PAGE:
Please Note: This article is written for users of the following Microsoft Word versions: 2007, 2010, and 2013. If you are using an earlier version (Word 2003 or earlier), this tip may not work for you. For a version of this tip written specifically for earlier versions of Word, click here: Converting a Table into Text.

Converting a Table into Text

by Allen Wyatt
(last updated April 24, 2019)

1

There may be times when you want to convert an existing table into text. To do this, follow these steps:

  1. Select the entire table you want to convert to text.
  2. Make sure the Layout tab of the ribbon is displayed.
  3. In the Data group, click the Convert to Text tool. Word displays the Convert Table to Text dialog box. (See Figure 1.)
  4. Figure 1. The Convert Table to Text dialog box.

  5. Select the appropriate character that Word should use to separate the columns of text.
  6. Click on OK.

WordTips is your source for cost-effective Microsoft Word training. (Microsoft Word is the most popular word processing software in the world.) This tip (9227) applies to Microsoft Word 2007, 2010, and 2013. You can find a version of this tip for the older menu interface of Word here: Converting a Table into Text.

Author Bio

Allen Wyatt

With more than 50 non-fiction books and numerous magazine articles to his credit, Allen Wyatt is an internationally recognized author. He is president of Sharon Parq Associates, a computer and publishing services company. ...

MORE FROM ALLEN

AutoText Entries Don't Stick

AutoText can be a great tool, but it is of little worth if you can't get Word to remember the AutoText entries you ...

Discover More

Converting a Text Box to a Frame

These days, most people using Word know what text boxes are but have no idea about frames. Yet, for some purposes, frames ...

Discover More

Saving Portions of Files

Want to save snippets from a document into individual files? There are a couple of easy ways to achieve this goal, as ...

Discover More

Comprehensive VBA Guide Visual Basic for Applications (VBA) is the language used for writing macros in all Office programs. This complete guide shows both professionals and novices how to master VBA in order to customize the entire Office suite for their needs. Check out Mastering VBA for Office 2010 today!

More WordTips (ribbon)

Turning Off the Insert Column and Insert Row Tools

Word's new Insert Column and Insert Row tools can be a timesaver when adding table rows and columns. They can be a ...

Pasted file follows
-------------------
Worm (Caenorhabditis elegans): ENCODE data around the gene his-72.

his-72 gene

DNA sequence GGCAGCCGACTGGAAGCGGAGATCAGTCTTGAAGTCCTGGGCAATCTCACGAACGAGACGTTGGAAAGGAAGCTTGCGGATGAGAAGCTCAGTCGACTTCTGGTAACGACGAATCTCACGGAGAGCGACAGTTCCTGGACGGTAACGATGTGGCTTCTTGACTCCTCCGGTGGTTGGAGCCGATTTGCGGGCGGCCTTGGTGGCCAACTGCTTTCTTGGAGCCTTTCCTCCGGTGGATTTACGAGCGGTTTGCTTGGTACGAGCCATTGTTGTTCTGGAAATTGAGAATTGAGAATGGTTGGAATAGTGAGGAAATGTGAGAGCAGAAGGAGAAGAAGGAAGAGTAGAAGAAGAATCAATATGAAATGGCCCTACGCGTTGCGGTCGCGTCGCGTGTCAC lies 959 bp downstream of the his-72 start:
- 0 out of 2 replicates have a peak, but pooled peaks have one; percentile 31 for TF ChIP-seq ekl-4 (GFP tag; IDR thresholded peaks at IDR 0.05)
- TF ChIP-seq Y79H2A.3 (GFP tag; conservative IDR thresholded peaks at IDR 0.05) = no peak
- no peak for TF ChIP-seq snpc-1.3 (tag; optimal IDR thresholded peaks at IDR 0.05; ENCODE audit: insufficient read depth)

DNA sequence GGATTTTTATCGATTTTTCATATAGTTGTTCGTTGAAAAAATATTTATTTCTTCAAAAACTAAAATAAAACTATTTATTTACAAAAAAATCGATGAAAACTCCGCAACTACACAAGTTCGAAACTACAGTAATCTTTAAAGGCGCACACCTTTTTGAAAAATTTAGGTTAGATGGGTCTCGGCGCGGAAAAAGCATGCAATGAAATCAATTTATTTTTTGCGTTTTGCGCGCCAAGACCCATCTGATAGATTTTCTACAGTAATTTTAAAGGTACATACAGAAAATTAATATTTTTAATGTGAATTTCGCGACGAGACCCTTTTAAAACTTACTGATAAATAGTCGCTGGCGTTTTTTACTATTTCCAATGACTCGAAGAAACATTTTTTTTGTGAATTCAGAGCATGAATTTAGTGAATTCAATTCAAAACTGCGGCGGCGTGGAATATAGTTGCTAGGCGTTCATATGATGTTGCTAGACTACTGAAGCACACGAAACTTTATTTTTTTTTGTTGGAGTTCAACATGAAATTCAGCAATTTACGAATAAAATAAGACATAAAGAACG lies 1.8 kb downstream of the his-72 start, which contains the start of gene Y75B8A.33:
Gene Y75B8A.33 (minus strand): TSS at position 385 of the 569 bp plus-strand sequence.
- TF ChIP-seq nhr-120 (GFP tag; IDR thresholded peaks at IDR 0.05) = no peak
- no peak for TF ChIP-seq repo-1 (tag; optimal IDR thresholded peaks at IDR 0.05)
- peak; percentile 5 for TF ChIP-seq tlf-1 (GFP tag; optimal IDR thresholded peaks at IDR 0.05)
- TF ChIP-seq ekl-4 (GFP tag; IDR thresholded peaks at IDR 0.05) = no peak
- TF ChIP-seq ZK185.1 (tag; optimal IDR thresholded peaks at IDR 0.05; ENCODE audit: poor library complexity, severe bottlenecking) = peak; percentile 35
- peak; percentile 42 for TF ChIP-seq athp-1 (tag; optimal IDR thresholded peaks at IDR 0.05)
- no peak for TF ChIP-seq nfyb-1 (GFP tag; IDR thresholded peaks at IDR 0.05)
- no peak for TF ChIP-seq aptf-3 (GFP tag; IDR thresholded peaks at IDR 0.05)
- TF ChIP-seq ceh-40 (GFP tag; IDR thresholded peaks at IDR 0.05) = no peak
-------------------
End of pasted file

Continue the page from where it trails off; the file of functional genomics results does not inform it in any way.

Discover More

Repeating Rows for a Table Footer

Word allows you to specify rows that should be repeated at the top of a table when that table extends beyond the bottom ...

Discover More

Erasing Table Lines

When creating tables, Word provides a handy tool that you can use. Once the table is in place, you can use the table ...

Discover More
Subscribe

FREE SERVICE: Get tips like this every week in WordTips, a free productivity newsletter. Enter your address and click "Subscribe."

View most recent newsletter.

Comments

If you would like to add an image to your comment (not an avatar, but an image to help in making the point of your comment), include the characters [{fig}] in your comment text. You’ll be prompted to upload your image when you submit the comment. Maximum image size is 6Mpixels. Images larger than 600px wide or 1000px tall will be reduced. Up to three images may be included in a comment. All images are subject to review. Commenting privileges may be curtailed if inappropriate images are posted.

What is two less than 5?

2015-06-19 01:03:00

Marm

THankyou. This instruction to change a table to text was very helpful. I find it works for me to start with a chart to collect my ideas. To put the thoughts into a report it was necessary to convert to text without retyping or cutting and pasting. It was good to know of this option in Work.


This Site

Got a version of Word that uses the ribbon interface (Word 2007 or later)? This site is for you! If you use an earlier version of Word, visit our WordTips site focusing on the menu interface.

Newest Tips
Subscribe

FREE SERVICE: Get tips like this every week in WordTips, a free productivity newsletter. Enter your address and click "Subscribe."

(Your e-mail address is not shared with anyone, ever.)

View the most recent newsletter.